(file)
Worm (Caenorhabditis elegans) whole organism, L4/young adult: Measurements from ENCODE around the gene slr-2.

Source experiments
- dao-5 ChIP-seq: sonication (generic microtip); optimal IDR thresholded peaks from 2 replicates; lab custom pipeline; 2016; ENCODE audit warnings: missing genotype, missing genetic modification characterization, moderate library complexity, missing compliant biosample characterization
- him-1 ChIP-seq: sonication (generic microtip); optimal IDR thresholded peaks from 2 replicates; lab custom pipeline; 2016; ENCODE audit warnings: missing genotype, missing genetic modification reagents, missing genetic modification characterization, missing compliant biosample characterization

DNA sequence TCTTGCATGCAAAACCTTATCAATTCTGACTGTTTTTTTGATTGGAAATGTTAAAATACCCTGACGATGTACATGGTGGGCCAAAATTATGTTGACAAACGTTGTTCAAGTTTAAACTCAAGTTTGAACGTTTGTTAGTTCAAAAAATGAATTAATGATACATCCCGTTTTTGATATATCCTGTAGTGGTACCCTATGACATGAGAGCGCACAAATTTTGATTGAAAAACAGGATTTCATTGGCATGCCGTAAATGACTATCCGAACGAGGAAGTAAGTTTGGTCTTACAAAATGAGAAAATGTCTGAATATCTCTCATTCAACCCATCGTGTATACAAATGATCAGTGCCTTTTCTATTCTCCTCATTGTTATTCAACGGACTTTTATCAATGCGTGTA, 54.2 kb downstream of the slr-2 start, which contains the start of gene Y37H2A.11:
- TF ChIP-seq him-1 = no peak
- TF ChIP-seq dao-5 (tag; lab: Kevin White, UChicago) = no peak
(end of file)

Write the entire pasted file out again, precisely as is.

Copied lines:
Worm (Caenorhabditis elegans) whole organism, L4/young adult: Measurements from ENCODE around the gene slr-2.

Source experiments
- dao-5 ChIP-seq: sonication (generic microtip); optimal IDR thresholded peaks from 2 replicates; lab custom pipeline; 2016; ENCODE audit warnings: missing genotype, missing genetic modification characterization, moderate library complexity, missing compliant biosample characterization
- him-1 ChIP-seq: sonication (generic microtip); optimal IDR thresholded peaks from 2 replicates; lab custom pipeline; 2016; ENCODE audit warnings: missing genotype, missing genetic modification reagents, missing genetic modification characterization, missing compliant biosample characterization

DNA sequence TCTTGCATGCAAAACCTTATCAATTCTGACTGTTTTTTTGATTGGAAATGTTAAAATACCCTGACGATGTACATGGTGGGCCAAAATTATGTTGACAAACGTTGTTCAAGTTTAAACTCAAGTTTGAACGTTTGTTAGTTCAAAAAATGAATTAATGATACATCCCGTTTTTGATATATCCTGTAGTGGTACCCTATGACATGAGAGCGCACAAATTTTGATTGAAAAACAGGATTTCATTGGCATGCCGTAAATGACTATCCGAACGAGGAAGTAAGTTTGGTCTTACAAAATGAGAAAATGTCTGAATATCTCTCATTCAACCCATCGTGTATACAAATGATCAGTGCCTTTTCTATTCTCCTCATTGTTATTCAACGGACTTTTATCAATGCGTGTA, 54.2 kb downstream of the slr-2 start, which contains the start of gene Y37H2A.11:
- TF ChIP-seq him-1 = no peak
- TF ChIP-seq dao-5 (tag; lab: Kevin White, UChicago) = no peak